paraboloidal and the front portion next to said plane being spherical. I

4. A focalizing reflector having a reflecting surface in the form of a surface of revolution produced by rotating a curve about an axis, said curve consisting of four conics arranged in the following order from rear to front, a parabola, a circle, a second circle and a parabola, said surface having a rear parabo ic portion, two spherical portions,-one being concentric and the other being eccentric, and a front parabolic portion, said parabola sections'and one of said circle sections having a common focal point and the radii of said circle sections crossing each other, the focal point of said other circle section being located outside of the focal sections. p

In witness whereof, I'have hereunto set my hand this 16th day' of March, 1925.

.CROMWELL A512. HALVORSON, JR.

point of said parabola

Referenced by
Citing PatentFiling datePublication dateApplicantTitle
US2629046 *Jan 3, 1951Feb 17, 1953Milton LibermanLamp supported reflector unit
US3132812 *Aug 29, 1961May 12, 1964Eastman Kodak CoFlash reflector with improved corner illumination
US4651262 *Dec 27, 1985Mar 17, 1987Valtion Teknillinen TutkimuskeskusLighting device
US4686612 *Oct 25, 1985Aug 11, 1987Optech Inc.Lamp reflector assembly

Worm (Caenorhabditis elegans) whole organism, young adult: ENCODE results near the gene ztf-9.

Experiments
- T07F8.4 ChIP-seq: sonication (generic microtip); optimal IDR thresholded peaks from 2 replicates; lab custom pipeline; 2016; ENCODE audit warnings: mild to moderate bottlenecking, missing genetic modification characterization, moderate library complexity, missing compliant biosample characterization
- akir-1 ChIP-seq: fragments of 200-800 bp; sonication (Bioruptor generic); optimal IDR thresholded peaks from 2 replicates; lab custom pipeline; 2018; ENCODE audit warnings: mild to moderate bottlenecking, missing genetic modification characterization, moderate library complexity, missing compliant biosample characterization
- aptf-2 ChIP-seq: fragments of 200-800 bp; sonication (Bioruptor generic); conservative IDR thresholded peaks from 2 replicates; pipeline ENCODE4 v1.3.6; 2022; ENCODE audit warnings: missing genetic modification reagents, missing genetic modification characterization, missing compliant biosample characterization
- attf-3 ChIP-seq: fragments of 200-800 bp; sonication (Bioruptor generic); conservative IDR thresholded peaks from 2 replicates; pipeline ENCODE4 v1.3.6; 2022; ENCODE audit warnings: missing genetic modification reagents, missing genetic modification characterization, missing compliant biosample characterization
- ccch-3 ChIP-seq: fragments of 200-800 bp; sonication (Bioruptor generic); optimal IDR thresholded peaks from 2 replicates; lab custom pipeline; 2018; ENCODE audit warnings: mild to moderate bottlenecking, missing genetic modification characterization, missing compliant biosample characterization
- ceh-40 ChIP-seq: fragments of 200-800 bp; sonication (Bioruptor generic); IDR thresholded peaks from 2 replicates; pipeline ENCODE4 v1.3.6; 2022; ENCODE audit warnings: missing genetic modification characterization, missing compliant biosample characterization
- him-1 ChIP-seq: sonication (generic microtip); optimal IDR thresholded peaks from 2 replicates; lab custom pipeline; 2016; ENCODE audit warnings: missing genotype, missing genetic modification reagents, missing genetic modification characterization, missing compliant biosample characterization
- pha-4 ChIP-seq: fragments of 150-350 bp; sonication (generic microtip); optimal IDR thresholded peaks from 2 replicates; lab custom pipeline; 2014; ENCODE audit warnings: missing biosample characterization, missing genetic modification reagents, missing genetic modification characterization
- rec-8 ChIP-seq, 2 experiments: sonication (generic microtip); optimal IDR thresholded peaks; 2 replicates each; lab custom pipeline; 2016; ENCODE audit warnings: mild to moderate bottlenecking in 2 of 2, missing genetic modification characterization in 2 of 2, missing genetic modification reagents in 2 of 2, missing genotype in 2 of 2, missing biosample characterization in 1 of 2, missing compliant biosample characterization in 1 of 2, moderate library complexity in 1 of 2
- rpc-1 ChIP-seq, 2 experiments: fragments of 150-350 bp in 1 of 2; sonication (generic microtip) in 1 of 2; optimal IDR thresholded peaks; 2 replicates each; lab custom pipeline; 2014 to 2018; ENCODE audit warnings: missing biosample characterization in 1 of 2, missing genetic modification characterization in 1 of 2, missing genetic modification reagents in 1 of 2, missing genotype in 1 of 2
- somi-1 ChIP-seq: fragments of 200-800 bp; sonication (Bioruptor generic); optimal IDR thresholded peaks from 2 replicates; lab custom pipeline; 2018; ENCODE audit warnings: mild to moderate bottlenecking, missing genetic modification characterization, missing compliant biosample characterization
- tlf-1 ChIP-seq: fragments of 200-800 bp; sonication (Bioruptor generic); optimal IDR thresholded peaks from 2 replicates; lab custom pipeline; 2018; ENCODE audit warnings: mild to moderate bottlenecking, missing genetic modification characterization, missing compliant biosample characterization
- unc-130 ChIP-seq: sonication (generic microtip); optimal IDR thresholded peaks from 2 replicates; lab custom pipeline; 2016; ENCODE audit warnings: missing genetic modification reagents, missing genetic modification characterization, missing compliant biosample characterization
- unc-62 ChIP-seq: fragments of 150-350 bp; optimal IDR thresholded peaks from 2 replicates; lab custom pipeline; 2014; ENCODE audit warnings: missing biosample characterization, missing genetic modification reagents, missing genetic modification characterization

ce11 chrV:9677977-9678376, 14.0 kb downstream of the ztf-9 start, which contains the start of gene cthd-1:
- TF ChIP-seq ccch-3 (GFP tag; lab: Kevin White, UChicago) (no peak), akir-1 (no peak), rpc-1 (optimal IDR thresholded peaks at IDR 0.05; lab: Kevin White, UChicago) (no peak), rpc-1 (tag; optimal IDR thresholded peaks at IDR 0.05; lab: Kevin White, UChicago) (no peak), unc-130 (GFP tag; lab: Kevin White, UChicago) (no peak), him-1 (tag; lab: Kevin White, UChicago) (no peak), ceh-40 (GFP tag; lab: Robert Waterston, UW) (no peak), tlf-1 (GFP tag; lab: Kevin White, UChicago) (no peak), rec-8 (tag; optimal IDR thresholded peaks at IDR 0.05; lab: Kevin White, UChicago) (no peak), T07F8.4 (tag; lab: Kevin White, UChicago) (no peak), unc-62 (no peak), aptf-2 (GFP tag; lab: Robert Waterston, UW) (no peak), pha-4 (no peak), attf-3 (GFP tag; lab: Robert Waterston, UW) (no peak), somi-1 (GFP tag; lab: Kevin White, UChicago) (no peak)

US4750097 *Nov 25, 1986Jun 7, 1988Optech Inc.Lamp reflector assembly
US5143447 *Aug 5, 1991Sep 1, 1992Bertenshaw David RLamp system having a torroidal light emitting member
US5235499 *Jun 22, 1992Aug 10, 1993Strand Lighting LimitedLamp system having a torroidal light emitting member
US6161946 *Nov 9, 1998Dec 19, 2000Bishop; Christopher B.Light reflector
US7993034 *Sep 22, 2008Aug 9, 2011Cooper Technologies CompanyReflector having inflection point and LED fixture including such reflector
US8100556Jul 31, 2008Jan 24, 2012Cooper Technologies, Inc.Light fixture with an adjustable optical distribution
US8123382May 26, 2009Feb 28, 2012Cooper Technologies CompanyModular extruded heat sink
US8256923Dec 6, 2010Sep 4, 2012Cooper Technologies CompanyHeat management for a light fixture with an adjustable optical distribution
US8272756Dec 20, 2010Sep 25, 2012Cooper Technologies CompanyLED-based lighting system and method
US8491166Sep 22, 2008Jul 23, 2013Cooper Technologies CompanyThermal management for light emitting diode fixture
US8529100Feb 14, 2012Sep 10, 2013Cooper Technologies CompanyModular extruded heat sink
US8567987Jul 19, 2010Oct 29, 2013Cooper Technologies CompanyInterfacing a light emitting diode (LED) module to a heat sink assembly, a light reflector and electrical circuits
US8596837Sep 20, 2011Dec 3, 2013Cooper Technologies CompanySystems, methods, and devices providing a quick-release mechanism for a modular LED light engine
US8696169Jun 20, 2012Apr 15, 2014Cooper Technologies CompanyLight emitting diode lamp source
US8789978Jan 7, 2013Jul 29, 2014Cooper Technologies CompanyLight emitting diode recessed light fixture
Classifications
U.S. Classification362/350
International ClassificationF21V7/04
Cooperative ClassificationF21V7/04
European ClassificationF21V7/04